Reema Diab, 2019 fellow of Jordan – Empowering youth to build their own tools to thrive
CEO and founder of Galaxy Reema Diab saw the gap between those who have access to technology and those who do not, and was driven to connect underserved communities with the digital skills they need. By giving vulnerable women and youth the skills they require to make a living, Galaxy aims to foster self-confidence and self-reliance. Galaxy also connects with children, youth, women and other marginalized groups to address topics such as bullying, cultural pressures and more. Her company collaborates across all levels of society, working alongside Jordan’s Ministry of Digital Economy and Entrepreneurship to change the public attitude towards mental health through talks and partnership outreach.
Reema built upon that foundation while working alongside 2019 fellows of Jordan Mais Muhtaseb and Hanan Khalil to create the SANAD project, which won a 2019 TechWomen seed grant. SANAD’S mission is to address the increasing need for mental health support for youth in Jordan, reaching high-risk youth through their mobile app and hosting workshops in school and universities to normalize the discussion around mental health. “Most people don’t think about what emotions they are dealing with but taking the time to really identify what you’re feeling can help you to better cope with challenging situations,” Reema says. “It’s okay to give yourself permission to feel.”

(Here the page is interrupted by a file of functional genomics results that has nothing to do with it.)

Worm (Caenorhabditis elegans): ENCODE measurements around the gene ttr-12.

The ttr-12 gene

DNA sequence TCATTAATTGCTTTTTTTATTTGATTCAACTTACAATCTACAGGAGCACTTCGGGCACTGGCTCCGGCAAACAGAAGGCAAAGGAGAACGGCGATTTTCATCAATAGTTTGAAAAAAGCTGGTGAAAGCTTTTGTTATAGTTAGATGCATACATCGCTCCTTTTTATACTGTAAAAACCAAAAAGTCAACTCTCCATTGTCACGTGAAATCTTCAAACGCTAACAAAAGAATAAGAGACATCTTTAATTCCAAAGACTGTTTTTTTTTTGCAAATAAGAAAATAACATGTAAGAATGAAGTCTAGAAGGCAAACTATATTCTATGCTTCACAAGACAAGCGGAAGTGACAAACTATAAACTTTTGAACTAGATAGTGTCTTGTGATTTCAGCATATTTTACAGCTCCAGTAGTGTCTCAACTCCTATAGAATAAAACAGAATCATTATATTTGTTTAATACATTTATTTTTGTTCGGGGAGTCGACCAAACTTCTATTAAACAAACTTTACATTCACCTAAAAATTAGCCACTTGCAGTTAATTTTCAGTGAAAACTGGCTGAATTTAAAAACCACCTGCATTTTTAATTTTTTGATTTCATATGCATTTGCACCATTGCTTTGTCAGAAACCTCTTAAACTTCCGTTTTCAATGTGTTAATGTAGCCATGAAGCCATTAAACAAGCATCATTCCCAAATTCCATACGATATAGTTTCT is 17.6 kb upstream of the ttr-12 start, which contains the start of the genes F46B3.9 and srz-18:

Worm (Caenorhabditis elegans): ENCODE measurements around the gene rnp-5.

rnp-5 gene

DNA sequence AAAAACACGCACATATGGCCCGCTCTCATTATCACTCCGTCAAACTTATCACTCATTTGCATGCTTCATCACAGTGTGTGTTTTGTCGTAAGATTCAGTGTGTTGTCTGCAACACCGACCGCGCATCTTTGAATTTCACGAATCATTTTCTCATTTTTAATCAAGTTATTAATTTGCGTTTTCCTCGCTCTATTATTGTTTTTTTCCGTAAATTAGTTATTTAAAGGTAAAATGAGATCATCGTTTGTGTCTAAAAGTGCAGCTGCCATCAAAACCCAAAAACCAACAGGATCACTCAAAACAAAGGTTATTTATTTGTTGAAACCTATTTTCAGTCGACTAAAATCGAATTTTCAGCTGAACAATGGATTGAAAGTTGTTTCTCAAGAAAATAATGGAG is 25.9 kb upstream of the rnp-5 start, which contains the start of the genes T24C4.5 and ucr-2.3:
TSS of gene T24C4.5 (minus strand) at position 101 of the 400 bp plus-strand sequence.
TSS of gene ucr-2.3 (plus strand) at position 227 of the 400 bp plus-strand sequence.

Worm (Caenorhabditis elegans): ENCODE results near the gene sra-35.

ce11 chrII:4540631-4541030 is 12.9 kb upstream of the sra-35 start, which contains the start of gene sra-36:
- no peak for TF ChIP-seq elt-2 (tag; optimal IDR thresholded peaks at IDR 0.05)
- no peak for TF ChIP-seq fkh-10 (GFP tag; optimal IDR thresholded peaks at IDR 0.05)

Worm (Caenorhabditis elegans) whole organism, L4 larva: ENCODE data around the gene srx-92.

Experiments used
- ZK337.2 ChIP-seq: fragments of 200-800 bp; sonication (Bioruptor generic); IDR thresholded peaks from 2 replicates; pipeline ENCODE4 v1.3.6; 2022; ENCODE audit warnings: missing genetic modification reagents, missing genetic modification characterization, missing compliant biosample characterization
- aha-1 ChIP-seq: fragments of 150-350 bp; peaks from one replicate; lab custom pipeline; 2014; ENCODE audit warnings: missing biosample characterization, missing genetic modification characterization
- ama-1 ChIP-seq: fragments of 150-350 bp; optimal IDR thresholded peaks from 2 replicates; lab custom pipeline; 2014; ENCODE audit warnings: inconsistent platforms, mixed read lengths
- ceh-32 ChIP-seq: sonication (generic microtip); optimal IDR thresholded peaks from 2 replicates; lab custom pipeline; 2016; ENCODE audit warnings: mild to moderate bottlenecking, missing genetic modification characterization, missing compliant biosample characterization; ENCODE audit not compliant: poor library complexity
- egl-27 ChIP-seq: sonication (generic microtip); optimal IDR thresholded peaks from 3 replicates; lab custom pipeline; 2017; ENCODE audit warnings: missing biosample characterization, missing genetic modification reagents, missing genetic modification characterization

As Mental Health Awareness Month draws to a close, the efforts of TechWomen fellows to improve the mental health and well-being of their communities – no matter the time of year – will continue to deepen connections, transform innovation and create a brighter future for the next generation. In bettering their communities through their presence in schools, households, online and beyond, the fellows are embodying the TechWomen mission to empower the lives of people everywhere.